6 December 2016

You can never take too many photographs

I came across a photo album this week that featured a snapshot of my life from 1993. It was the year I moved out of home, the year I broke up with the long legged truck driver and started dating the curly haired uni student. It was a year where I attended parties, went to the coast, went to the snow, went hiking, went caving went to the first of my friend's engagement parties, studied, lived.

It was the year I was 18. I would turn 19 in the December.


The photo album features faces that I will never see again. Not long after this year one of the faces in the album commits suicide. This year two more of the faces in the album have died - one from cancer and one from a heart attack. 

There are faces in that album who were the friends that I couldn't live without who I know only see on Facebook and faces in that album of friends that I couldn't live without and don't. There are the faces of my younger siblings snapped when I used to visit mum and dad's house and the face of my older brother with his then girlfriend, now wife of fourteen years. 

There are faces in that album of people who had already at a young age lived through the death of a child and who are yet to marry. Faces in that album of friends who had lived through unspeakable child abuse who never said a word until years later. There are faces in that album of friends who were just friends back then but are now married and parents. There are faces in that album of best friends that no longer speak to each other.

There are faces in that album of people who lived so close but now live so far. There are faces in that album that dreamed of a life that never materialised and there are faces in that album of people whose lives have been so much more than they ever dreamed.

There are faces in that album eating Big Macs who are now vegetarians. There are faces in that album that thought they were fat but weren't. There were faces in that album who were desperately in love and still are and faces in that album that were desperately in love and now aren't. There are faces in that album that never thought they were enough but they were. 

There are faces in that album that are carefree and laughing. There are faces in that album that are asleep. There are faces in that album who have never since touched Wild Turkey and there are faces in that album who were wild and reckless and now drive their children nuts with their rules.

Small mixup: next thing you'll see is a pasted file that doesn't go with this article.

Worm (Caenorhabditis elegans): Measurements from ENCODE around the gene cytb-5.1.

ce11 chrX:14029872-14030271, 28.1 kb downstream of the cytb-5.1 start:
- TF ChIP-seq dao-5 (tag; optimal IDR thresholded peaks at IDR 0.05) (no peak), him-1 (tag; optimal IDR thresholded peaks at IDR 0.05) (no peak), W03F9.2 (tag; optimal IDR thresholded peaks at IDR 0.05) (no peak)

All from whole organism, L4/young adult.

I look at all the faces in that album and I think how it all seems like just a moment ago. Memory is such a slippery beast, sometimes tender and evocative and sometimes viciously demoralising. Photo albums provide such a powerful link to the people that we were. The gloriously imperfect versions of ourselves. 

You can never take too many pictures. I look back at the 300 pictures from that year and I know they don't even come close to capturing all that happened this year. The dizzy heights, the painful lows. They don't display the pain of breaking up with your first love. They don't show you the arguments with your first housemates about the washing up. They don't show you the bellyaching laughs around the campfire or the mud you vomited after a mud fight went rogue and you ended up swallowing more mud than you threw. 

They don't show you the peaceful moments where you hung out with your friends listening to movies or the crazy nights where you moshed at the ANU bar. They don't show the nights you lay on the ground and watched the stars or the boring days where all you seemed to do was work and study. They don't show you the moments that were inexorably making up the future you. 

But in the gaps all the moments are there. The photos conjure up the moments and memories not captured on film. The album is full of my history. It's full of a shared history. There are formative moments captured in that album even when they are not captured on film. 

You can never take too many photographs. You don't know when those photographs are going to have a relevance to you or somebody outside the moment you took it. Every time you take a photo you capturing not only that moment but the experience. The year. The relationships. Daily life. 

You can never take too many photographs. Trust me on this. 

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